Salted vegetable vermicelli in North India

In countries of the Indian subcontinent, vermicelli is available either as long strands or cut into about 2 cm long pieces. Vermicelli is known by various local names such as, Sewiyun in Sindhi, Semya in Telugu, sémiya when made with wheat & sevai when made with rice in Tamil, Semiya in Malayalam, shavige in Kannada, Sewoi in Assamese, shemai in Bengali, seviyan in Hindi, Urdu and Punjabi, shevaya in Marathi, simei in Odia, sev in Gujarati, and semige in Tulu. The noodles are used in a number of dishes including a variation of kheer, a sweet dessert similar to rice pudding. Vermicelli are also used in many parts of India to make a popular dish called "upma". To prepare it, dry oil-roasted vermicelli and pre-sauteed vegetables such as onions, carrots, French-beans, peas, etc. are cooked together with enough water that can be absorbed by the vermicelli. Roasted cashew or peanuts are used as garnish.

Other noodles called vermicelli Edit

In English, the Italian loanword "vermicelli" is used to indicate different sorts of long pasta shapes from different parts of the world but mostly from South or East Asia.

Central Asian Kesme and Persian reshteh also resemble vermicelli. Fālūde or faloodeh is a Persian frozen dessert made with thin vermicelli noodles frozen with corn starch, rose water, lime juice, and often ground pistachios.

In East and Southeast Asia, the term "vermicelli" is used to translate four different types of noodles. Rice vermicelli can refer to a thin dried type of rice noodle (Chinese: 米粉, pinyin: mǐfěn; Hokkien: bee hoon; Cantonese: mai fun; Thai: sen mi เส้นหมี่; Burmese: kya zan ၾကာဆံ). A second type of vermicelli is made from rice that has been fermented (Chinese: 米線; pinyin: mǐxiàn; Thai: khanom chin ขนมจีน; Vietnamese: bún). The latter are normally eaten fresh, rather than after drying. Thirdly, vermicelli sometimes indicates cellophane noodles made from mung bean or sweet potato flour (traditional Chinese: 粉絲, pinyin: fěnsī; Thai: wun sen วุ้นเส้น). Cellophane noodles turn translucent after cooking, whereas rice vermicelli remain opaque. The fourth type of vermicelli are made from wheat rather than rice flour, misua (Chinese: 麵線; pinyin: miànxiàn; Pe̍h-ōe-jī: mī-sòan).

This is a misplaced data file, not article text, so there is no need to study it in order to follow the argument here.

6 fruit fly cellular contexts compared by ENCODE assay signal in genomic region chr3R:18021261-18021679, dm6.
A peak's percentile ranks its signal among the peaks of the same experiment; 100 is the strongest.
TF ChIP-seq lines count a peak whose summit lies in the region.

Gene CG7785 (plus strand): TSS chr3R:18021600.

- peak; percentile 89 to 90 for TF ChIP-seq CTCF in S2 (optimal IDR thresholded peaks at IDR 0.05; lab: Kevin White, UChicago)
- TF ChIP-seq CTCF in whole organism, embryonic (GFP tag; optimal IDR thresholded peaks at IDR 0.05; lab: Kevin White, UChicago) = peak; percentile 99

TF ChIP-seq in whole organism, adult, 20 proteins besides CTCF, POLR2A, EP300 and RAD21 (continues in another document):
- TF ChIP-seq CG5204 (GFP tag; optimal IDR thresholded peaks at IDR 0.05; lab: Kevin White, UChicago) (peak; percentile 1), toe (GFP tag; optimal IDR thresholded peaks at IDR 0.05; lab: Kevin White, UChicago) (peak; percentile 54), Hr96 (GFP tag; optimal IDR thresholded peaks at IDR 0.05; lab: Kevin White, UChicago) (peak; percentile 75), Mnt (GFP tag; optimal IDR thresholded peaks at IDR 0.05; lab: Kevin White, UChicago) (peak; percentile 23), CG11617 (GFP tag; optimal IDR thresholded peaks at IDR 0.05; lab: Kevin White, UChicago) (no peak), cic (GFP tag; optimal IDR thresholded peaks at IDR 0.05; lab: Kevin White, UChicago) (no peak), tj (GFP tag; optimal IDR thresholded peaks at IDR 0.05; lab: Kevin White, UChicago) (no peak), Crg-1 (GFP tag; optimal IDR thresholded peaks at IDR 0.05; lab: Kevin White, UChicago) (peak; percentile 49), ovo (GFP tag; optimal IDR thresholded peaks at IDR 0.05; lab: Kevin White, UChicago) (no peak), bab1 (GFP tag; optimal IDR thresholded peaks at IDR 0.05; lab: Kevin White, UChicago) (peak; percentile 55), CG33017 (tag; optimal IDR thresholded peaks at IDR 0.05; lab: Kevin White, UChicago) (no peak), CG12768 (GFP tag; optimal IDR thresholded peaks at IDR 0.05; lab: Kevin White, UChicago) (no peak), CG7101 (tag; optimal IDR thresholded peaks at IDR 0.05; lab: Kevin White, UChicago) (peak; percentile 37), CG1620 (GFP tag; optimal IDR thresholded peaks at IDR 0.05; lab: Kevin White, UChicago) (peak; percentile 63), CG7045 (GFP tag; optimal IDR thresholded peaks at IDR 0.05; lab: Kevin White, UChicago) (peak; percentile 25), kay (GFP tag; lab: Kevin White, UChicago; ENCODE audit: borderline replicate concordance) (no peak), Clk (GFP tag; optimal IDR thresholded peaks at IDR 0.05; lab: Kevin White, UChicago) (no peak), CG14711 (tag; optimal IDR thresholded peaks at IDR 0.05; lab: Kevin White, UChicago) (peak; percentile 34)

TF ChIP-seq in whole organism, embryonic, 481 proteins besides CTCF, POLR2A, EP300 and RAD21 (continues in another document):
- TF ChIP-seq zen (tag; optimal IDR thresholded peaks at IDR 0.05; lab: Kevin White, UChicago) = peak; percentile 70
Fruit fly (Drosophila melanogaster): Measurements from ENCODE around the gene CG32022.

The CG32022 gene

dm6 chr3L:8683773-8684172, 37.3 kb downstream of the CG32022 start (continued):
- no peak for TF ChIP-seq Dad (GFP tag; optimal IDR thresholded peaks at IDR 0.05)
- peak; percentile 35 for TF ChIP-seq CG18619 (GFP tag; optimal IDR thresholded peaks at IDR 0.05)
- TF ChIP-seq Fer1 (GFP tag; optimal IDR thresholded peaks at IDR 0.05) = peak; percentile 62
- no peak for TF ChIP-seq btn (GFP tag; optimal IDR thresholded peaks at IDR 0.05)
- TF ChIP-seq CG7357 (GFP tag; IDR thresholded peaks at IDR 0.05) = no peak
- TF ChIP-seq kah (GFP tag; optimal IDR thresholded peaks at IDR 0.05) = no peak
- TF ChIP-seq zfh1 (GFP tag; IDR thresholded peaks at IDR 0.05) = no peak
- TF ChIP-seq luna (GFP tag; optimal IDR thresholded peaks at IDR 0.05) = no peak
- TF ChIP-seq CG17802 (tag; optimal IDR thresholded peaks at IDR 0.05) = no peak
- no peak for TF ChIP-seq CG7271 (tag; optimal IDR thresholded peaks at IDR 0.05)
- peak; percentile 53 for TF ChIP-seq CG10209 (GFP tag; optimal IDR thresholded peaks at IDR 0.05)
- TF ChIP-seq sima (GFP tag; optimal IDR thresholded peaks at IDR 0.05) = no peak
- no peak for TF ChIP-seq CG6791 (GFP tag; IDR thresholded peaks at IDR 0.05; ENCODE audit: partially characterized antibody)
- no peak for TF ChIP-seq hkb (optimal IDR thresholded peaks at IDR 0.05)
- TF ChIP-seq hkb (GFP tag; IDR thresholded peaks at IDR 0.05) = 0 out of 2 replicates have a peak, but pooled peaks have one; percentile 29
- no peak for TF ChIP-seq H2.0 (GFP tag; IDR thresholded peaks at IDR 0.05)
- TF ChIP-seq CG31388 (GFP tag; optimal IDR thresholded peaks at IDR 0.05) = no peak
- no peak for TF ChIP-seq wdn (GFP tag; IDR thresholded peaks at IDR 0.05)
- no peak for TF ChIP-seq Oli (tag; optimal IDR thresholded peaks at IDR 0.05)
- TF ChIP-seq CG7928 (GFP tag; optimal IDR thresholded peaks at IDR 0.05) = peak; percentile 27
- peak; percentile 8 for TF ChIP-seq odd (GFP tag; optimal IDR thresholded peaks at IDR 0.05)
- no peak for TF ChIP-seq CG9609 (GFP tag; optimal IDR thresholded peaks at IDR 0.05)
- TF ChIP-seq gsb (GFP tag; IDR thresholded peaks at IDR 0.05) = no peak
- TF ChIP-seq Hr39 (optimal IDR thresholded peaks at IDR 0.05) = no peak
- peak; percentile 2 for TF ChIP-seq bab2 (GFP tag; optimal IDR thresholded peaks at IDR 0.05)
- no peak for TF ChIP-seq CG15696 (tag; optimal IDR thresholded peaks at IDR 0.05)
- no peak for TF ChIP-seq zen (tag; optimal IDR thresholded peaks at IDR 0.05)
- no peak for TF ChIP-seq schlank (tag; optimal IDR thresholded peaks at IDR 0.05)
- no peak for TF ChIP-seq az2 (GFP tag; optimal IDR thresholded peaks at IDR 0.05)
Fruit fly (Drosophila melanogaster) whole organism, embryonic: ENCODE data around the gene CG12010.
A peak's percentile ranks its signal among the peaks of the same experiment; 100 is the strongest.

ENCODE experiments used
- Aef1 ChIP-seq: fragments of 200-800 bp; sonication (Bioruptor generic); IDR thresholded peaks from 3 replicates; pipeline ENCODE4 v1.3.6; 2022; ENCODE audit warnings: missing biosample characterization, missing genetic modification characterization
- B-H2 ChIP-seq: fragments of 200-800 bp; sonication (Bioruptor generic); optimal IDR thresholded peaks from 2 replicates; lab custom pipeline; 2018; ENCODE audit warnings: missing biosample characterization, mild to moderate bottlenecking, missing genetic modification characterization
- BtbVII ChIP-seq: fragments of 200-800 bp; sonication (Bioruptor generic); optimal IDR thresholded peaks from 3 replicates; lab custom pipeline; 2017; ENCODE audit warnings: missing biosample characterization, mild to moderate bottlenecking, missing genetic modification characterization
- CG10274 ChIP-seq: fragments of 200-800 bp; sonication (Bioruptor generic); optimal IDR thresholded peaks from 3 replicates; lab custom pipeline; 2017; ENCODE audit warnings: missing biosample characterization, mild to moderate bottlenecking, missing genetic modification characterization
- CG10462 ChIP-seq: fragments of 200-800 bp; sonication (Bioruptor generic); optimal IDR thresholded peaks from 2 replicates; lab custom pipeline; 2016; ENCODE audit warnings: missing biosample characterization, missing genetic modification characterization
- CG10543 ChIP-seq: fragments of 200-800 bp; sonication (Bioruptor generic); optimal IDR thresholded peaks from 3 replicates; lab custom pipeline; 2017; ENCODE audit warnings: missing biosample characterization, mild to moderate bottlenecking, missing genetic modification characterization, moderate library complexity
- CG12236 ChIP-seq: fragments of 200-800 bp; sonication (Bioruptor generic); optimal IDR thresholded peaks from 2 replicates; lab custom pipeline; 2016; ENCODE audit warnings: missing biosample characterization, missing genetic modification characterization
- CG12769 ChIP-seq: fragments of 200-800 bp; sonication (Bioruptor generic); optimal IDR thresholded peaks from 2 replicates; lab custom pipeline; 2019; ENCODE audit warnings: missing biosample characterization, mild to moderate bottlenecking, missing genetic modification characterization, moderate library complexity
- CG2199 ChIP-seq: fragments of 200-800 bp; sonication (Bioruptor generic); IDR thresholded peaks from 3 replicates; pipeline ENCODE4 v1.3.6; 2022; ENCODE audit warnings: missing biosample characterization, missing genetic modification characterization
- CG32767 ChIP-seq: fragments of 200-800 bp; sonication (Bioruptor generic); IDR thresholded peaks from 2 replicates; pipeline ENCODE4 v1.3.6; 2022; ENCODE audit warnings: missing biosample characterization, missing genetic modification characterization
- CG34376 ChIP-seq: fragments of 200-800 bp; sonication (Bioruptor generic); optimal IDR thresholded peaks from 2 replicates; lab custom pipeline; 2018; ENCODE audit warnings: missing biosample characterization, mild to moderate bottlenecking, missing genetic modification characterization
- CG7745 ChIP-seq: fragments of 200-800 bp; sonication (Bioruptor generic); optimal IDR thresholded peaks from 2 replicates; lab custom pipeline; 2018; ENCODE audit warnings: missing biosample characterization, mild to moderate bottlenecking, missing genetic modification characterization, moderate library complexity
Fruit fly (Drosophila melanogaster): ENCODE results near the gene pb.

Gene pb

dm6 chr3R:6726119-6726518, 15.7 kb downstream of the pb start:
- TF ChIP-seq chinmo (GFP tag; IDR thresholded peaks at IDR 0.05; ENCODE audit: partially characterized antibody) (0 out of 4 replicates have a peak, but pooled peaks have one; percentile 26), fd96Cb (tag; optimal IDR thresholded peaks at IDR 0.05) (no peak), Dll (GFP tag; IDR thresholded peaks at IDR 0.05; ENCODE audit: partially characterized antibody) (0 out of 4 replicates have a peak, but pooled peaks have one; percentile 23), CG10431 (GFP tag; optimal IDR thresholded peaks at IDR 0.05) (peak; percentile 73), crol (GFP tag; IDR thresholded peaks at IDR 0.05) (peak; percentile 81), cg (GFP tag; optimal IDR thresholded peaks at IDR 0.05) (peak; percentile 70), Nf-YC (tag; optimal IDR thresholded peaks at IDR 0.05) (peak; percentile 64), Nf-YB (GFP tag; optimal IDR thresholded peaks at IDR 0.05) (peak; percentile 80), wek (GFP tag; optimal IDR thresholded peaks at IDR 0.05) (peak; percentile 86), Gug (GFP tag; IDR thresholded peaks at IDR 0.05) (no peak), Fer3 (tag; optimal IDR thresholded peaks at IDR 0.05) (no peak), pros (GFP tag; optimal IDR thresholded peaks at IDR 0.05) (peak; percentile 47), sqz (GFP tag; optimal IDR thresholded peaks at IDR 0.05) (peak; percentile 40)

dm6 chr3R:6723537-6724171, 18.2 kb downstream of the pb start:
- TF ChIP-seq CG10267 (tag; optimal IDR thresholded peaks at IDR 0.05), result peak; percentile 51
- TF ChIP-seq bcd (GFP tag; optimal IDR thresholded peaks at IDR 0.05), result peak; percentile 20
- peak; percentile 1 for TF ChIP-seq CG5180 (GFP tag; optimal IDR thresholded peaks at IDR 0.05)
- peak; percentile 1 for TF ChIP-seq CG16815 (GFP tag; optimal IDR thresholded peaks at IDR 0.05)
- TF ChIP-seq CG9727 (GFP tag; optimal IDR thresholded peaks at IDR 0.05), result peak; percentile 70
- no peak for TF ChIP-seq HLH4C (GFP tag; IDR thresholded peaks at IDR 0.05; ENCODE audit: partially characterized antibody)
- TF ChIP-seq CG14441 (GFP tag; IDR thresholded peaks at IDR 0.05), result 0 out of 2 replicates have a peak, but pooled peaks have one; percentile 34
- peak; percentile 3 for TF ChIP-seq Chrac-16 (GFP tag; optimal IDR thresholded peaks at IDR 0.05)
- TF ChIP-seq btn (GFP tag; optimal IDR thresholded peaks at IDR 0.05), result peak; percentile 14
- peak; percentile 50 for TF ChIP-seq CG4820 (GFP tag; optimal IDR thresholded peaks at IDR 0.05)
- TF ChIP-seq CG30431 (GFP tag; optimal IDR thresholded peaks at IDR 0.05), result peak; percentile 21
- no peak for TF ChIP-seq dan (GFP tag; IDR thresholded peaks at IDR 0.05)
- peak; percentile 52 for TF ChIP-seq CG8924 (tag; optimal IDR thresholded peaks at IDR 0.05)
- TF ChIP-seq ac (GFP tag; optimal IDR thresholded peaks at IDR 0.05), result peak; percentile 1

See also Edit

References Edit

  1. ^ "vermicelli". The American Heritage Dictionary of the English Language (5th ed.). HarperCollins. Retrieved 23 July 2019.
  2. ^ "Vermicelli". Collins English Dictionary. HarperCollins. Retrieved 23 July 2019.
  3. ^ "vermicelli". Merriam-Webster Dictionary. Retrieved 23 July 2019.
  4. ^ "vermicelli". Lexico UK English Dictionary. Oxford University Press. Archived from the original on 5 March 2020.
  5. ^ Dictionary.Com. "Vermicelli". Random House Diciontary. Retrieved 27 August 2012.
  6. ^ "Vermicelli Voiello". Voiello (in Italian). Retrieved 3 May 2020.
  7. ^ "Vermicelli n° 170". Pasta De Cecco (in Italian). Retrieved 3 May 2020.
  8. ^ "Vermicelli Barilla". Retrieved 3 August 2011.
  9. ^ "Vermicelli DeCecco". Retrieved 3 August 2011.
  10. ^ "Spaghetti". Archived from the original on 8 July 2015. Retrieved 15 September 2011.
  11. ^ "Vermicellini DeCecco". Retrieved 3 August 2011.
  12. ^ "Fidelini DeCecco USA". Archived from the original on 5 September 2015. Retrieved 3 August 2011.
  13. ^ "Capellini DeCecco USA". Archived from the original on 16 June 2013. Retrieved 3 August 2011.
  14. ^ "Capellini Barilla USA". Retrieved 3 August 2011.
  15. ^ "UNIPI - Unione Nazionale Industriali Pastai Italiani". Retrieved 12 September 2011.
  16. ^ "Pasta shapes". Archived from the original on 3 September 2011. Retrieved 12 September 2011.
  17. ^ 21 CFR 139.110
  18. ^ Cristina, Ortolani (2006). L'Italia della pasta (in Latin). Touring. ISBN 978-88-365-2933-9.
  19. ^ "Libro de Arte Coquinaria Composto per lo Egregio Maestro Martino Coquo Olim del Reverendissimo Monsignor Camorlengo et Patriarcha de Aquileia". Retrieved 3 August 2011.
  20. ^ Andrew, Colman (3 December 2005). Catalan Cuisine: Vivid Flavors from Spain's Mediterranean Coast. ISBN 9781558323292.